The problem is that one can take any arbitrary bit sequence and see it as an algorithm, as a program for some computer. But that is perfectly useless when you have no idea what it computes. It might look like the decimals of $\pi$, but contain errors every so often. This is like Borges' Library of Babel, but worse because there is no size limit to the code of algorithms, only that they be finite. The main difference is that Borges' library is finite (since the books have a fixed size), while the number of algorithms is countably infinite. The meaningful algorithms are very few, even the buggy ones, as are the meaningful books in Borges' library. Actually, I would conjecture that, in some way, Almost all algorithms are uninteresting, possibly in the mathematical sense of almost all. But that would require more precision in definitions.

So the real question is to know what are the meaningful algorithms. The answer is that the meaningful algorithms are those that solve a problem, computing step by step the "solution", the "answer", to that problem. An algorithm is interesting if it is associated with a problem that it solves.

So given a formal problem how do we get an algorithm that solves the problem. Whether explicitly or implicitly, algorithms are associated with the idea that there exist a solution to the problem, which can be proved correct. Whether our proof techniques are accurate is another matter, but we try at least to convince ourselves. If you restrict yourself to constructive mathematics, which is actually what we have to do (and is a very acceptable axiomatic constraint for most of mathematics), the way to prove the existence of a solution is to go through proof steps that actually exhibit a construct that represents the solution, including possibly other steps that establish it correctness.

All programmers think something like: if I fiddle with the data in such and such a way, then I get this widget which has just the right properties because of Sesame's theorem, and running this foo-preserving transformation I get the desired answer. But the proof is usually informal, and we do not work out all details, which explains why a satellite tried to orbit Mars underground (among other things). We do much of the reasonning, but we actually keep only the constructive part that builds the solution, and we describe it in a computer language to be the algorithm that solves the problem.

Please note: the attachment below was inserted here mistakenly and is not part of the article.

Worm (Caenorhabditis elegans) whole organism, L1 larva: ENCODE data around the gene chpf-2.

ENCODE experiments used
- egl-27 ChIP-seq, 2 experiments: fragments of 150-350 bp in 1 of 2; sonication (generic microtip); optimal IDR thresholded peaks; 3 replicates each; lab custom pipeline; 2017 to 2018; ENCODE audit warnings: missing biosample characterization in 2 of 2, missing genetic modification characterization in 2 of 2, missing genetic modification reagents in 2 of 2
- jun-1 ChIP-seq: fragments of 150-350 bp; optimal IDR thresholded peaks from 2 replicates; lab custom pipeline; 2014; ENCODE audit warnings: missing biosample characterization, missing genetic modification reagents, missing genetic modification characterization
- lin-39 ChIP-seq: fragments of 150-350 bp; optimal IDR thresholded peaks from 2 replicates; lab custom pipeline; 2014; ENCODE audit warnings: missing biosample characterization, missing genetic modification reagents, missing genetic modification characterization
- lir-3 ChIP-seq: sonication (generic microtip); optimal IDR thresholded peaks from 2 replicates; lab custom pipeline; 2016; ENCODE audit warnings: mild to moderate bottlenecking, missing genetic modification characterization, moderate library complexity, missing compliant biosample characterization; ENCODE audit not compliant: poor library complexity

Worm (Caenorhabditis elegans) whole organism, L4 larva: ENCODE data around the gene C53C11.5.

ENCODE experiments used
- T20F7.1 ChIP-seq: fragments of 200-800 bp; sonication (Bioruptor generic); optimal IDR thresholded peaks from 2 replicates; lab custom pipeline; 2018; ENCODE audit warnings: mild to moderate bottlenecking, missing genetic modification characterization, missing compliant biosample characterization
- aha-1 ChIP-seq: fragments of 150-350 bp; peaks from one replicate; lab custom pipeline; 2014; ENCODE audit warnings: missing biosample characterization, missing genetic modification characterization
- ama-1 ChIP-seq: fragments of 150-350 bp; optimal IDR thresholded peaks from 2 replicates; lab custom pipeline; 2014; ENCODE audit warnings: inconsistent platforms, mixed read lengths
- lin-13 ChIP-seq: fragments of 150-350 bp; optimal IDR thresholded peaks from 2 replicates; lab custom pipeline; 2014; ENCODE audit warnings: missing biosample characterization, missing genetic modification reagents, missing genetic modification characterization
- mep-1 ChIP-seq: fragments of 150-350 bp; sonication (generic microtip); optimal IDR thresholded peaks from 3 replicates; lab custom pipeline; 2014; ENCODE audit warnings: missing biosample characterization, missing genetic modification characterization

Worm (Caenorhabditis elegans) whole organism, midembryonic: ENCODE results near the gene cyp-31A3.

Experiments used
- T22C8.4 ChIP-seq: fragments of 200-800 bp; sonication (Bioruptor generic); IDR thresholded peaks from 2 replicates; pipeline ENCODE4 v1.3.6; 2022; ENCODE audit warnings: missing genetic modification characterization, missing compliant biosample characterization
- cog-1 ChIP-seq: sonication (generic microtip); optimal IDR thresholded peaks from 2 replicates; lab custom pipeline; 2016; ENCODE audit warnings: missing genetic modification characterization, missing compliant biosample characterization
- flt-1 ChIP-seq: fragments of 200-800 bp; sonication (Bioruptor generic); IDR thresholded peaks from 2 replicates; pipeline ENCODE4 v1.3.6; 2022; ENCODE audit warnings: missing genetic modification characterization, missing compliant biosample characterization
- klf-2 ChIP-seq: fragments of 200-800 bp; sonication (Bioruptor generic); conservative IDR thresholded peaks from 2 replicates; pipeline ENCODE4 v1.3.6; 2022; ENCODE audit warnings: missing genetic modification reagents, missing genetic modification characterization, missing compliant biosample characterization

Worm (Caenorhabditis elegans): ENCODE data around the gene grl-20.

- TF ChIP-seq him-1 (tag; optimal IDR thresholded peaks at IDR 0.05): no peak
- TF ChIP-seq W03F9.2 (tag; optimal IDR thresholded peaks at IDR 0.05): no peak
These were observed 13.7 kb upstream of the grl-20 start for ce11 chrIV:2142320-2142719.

Interesting algorithms (or programs)

All this was to introduce the following ideas, which are the object of much current research (of which I am not a specialist). The notion of "interesting algorithm" used here is mine, introduced as an informal place holder for more accurate definitions.

An interesting algorithm is the constructive part of a constructive proof that a given problem has a solution. That means that the proof must actually exhibit the solution rather than simply prove its existence, for example by contradition. For more details see Intuitionistic Logic and Constructivism in Mathematics.

This is of course a very restrictive definition, that considers only what I called interesting algorithms. So it ignores almost all of them. But so do all our textbooks on algorithm. They try to teach only some of the interesting ones.

Given all the parameters of the problem (input data), it tells you how to obtain a specified result step by step. A typical example is the resolution of equations (the name algorithm is actually derived from the name of a Persian mathematician, Muḥammad ibn Mūsā al-Khwārizmī, who studied the resolution of some equations). Parts of the proof is used to establish that some values computed in the algorithm do have some properties, but these parts need not be kept in the algorithm itself.